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Updated: Jun 29, 2023

by Debra Collier-Harris, IWT Co-founder

LOVE. We use this word often. We use “love” to talk about a pair of shoes or a shirt we can’t live without or to describe a delicious meal at a restaurant. We use “love” as a term of endearment towards friends, family members, significant others, pets and even our favorite television shows.

However, how often do we use love when talking to or about ourselves? In a world that is so quick to comment, tweet, share, critique, and offer its two cents, it is vital that we view ourselves in the best light.

Self-love isn't just about bubble baths and treating yourself, although those things can be great! It's about accepting your body and its imperfections, without constantly comparing it to others. It's about acknowledging your achievements and talents, without minimizing them.

It's about respecting and caring for yourself, both physically and emotionally. It's about setting boundaries and saying no when you need to, without feeling guilty.

Whether you are thick or thin, tall or short, what’s most important is that you are healthy - physically, mentally, spiritually, and emotionally. You are beautiful and unique. If you’re like me, with a stretch mark or two (or more), remember that each scar tells a story. Stretch marks simply reflect that life has overextended and pulled us, but has never broken us. For some women, stretch marks are beautiful reminders of childbearing.

So, own your body and own your health. It’s yours and no one else’s. As we monitor the food we put into our mouth, may we also monitor our thoughts and the thoughts of others that we allow in. We must feed our minds and bodies with what is good and beneficial.

Self-love is a journey, and it's one that we should all take. Not currently on one? Start your journey today.

A reminder from one woman to another

  • practice those affirmations in the mirror & say them like you believe them

  • monitor the food, the energy, and the thoughts that you pour into you

  • book that self-care treatment

  • set and honor your boundaries

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Updated: Jun 29, 2023

by Lillia Rockamore

This year, I left my twenties and walked into my thirties. This transition brought about a lot of self-evaluation. I’ve spent 2018 reflecting on who I am now vs the woman I want to be. One of the hardest things has been rewiring my brain to authentically love myself in my natural state. To see the beauty in what God has given me because social media, as I see it, is the double edge sword that can either boost your confidence or strip you of what little you may have left. Honestly, if you struggle with body image issues or low self-esteem, social media can further validate the negative feelings you have about yourself. That’s why it’s important that we learn to love who we are in our day to day and not just who we portray to be online.

In January, I gave birth to my beautiful baby girl. Having a daughter has really changed my perspective on many things, specifically beauty and what it means to be beautiful. Kids "do what we do and not always what we say". This saying has always been at the forefront of my mind when it comes to raising my daughter. When the doctor told me I was having a girl, I immediately realized the importance of dealing with my self-confidence, my self-worth, and my self-esteem. Ok, I lied. I spent three-months crying, beating myself up for every mistake I had made in life and feeling unequipped for the task of mothering a girl. However, I soon came to grasp with the fact that I had to start dealing with my self-confidence, my self-worth, and my self-esteem. I started by doing the very thing that I equated to self-love and confidence. I did the big chop and went natural. I have no idea why I equated self-love with natural hair, but it was the start of the process.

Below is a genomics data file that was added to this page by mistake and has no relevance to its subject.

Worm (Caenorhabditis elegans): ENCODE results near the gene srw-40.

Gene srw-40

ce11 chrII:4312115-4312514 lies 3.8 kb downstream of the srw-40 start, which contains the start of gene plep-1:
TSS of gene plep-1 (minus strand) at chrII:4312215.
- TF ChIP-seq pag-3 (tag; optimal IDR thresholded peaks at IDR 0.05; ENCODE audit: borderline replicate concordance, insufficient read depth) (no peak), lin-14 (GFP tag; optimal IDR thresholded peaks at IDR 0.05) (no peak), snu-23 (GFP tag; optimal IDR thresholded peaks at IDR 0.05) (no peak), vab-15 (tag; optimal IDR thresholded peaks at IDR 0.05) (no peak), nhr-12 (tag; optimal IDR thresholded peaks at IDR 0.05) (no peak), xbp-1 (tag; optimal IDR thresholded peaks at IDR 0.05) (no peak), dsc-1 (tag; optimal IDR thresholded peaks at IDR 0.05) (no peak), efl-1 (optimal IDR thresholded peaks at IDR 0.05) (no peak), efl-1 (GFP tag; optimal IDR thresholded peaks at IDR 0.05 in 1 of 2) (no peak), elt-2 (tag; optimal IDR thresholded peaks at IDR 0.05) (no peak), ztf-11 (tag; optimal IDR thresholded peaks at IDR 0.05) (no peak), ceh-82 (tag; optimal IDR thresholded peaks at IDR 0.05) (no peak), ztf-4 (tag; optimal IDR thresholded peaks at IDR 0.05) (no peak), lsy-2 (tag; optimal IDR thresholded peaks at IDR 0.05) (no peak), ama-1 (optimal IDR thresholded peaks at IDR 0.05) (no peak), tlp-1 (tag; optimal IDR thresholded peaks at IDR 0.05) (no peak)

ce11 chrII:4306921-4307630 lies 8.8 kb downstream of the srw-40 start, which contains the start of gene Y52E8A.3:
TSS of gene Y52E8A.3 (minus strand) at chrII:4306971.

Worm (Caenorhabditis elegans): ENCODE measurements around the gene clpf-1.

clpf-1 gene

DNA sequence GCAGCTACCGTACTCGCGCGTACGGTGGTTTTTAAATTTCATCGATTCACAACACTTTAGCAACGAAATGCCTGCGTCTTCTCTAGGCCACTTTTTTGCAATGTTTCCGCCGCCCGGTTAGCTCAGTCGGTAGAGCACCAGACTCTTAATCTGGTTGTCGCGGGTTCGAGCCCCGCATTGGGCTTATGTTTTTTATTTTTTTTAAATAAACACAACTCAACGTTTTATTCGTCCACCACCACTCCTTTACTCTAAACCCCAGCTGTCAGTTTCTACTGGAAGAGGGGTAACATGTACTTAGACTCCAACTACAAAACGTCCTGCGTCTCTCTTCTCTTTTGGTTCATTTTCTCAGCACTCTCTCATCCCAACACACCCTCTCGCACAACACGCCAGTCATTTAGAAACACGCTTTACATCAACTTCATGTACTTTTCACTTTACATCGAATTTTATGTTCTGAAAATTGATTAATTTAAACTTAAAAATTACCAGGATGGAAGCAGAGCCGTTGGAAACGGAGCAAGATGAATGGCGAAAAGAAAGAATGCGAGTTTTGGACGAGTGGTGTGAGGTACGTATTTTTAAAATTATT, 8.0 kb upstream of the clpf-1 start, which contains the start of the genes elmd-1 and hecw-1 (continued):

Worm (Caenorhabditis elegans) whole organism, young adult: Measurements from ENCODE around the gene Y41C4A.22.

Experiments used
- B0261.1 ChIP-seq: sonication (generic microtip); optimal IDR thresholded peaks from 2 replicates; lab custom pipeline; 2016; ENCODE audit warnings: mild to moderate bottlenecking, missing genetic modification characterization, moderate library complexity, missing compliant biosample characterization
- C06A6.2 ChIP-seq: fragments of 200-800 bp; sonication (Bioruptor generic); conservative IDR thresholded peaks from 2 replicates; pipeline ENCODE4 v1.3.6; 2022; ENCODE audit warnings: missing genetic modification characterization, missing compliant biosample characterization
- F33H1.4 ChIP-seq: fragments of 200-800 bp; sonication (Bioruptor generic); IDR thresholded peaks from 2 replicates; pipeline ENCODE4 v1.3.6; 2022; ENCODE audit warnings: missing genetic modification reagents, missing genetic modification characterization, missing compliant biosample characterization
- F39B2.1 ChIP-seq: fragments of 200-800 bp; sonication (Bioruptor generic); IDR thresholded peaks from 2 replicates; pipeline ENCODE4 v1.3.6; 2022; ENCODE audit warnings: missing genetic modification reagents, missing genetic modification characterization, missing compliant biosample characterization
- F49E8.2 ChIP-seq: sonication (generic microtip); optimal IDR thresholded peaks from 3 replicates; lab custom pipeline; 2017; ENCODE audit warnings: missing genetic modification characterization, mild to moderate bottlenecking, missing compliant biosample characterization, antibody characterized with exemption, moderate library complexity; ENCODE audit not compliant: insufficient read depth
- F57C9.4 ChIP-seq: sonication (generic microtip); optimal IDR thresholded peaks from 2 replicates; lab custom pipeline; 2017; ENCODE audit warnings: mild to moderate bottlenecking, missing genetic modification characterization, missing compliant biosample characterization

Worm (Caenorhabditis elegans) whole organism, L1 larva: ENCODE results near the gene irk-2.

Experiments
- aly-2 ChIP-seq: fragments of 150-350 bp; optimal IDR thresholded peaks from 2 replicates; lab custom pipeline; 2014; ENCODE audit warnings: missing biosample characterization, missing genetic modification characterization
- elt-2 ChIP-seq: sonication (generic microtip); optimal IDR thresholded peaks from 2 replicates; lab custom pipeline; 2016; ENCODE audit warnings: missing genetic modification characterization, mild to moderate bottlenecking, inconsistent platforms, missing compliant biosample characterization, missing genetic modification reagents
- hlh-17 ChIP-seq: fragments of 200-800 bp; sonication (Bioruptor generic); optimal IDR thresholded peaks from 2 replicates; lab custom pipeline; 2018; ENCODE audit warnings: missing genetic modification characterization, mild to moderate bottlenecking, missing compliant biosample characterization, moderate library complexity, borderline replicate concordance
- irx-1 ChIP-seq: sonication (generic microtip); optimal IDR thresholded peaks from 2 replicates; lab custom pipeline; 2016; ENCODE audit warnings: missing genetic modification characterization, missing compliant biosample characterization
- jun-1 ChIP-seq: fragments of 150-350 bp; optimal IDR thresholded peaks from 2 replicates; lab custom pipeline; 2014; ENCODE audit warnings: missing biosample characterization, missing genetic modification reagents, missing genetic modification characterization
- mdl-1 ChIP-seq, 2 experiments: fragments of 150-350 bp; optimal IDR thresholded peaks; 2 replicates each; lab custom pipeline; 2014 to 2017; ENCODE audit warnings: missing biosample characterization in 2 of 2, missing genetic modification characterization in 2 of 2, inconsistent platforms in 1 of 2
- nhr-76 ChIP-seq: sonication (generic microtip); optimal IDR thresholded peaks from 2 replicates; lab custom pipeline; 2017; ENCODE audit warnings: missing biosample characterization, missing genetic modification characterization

I can recall one Sunday, also known as "hair wash day" at my house, of really looking at myself. My physical self. After getting out of the shower, I remember staring at myself in the mirror. I was completely naked. I scanned my body and felt unattractive. I made note of my eyes which I think are a bit big and my blemished skin. I couldn't skip over my breast which nursed 4 children, my stomach, and many other "imperfections" I saw. I felt low. So, I did what many people do when feeling unattractive. I put on a robe, grabbed my phone, found the right lighting and perfect angle, and snapped a picture. I spent 10 minutes choosing a filter that didn’t really look like a filter and posted it.

As the number of likes rose, so did my confidence. I remember my 8-year-old son watching me while I edited the picture. After I posted it, I showed him and said, “Mommy looks pretty huh?”. He replied, “Yeah but that’s not your real face on that picture so people can’t really see you”. I rolled my eyes and told him to hush, but those words replayed in my head over and over. “That’s not your real face”. Sadly, he was right. Instead of dealing with my self-esteem issues, I masked them with filters and angles. It made me consider how I am contributing to society's twisted idea of what beautiful is. It made me think about its impact on girls and young women.

What we are teaching our daughters? That it’s not ok to love your body as it evolves into womanhood? Are we giving them the confidence to love who they are at every stage or are we giving them unrealistic ideas of beauty that they will tear themselves apart trying to reach?

How you look at yourself matters. If you’re always critiquing and beating yourself up, your daughter is likely to hear and see it. Imagine one day you are out with each other and someone mentions how much your daughter looks like you. Consider how she may feel after hearing you constantly talk down on yourself. How likely is she to see beauty in her reflection if she is told she looks like her mother who doesn’t love the way she looks?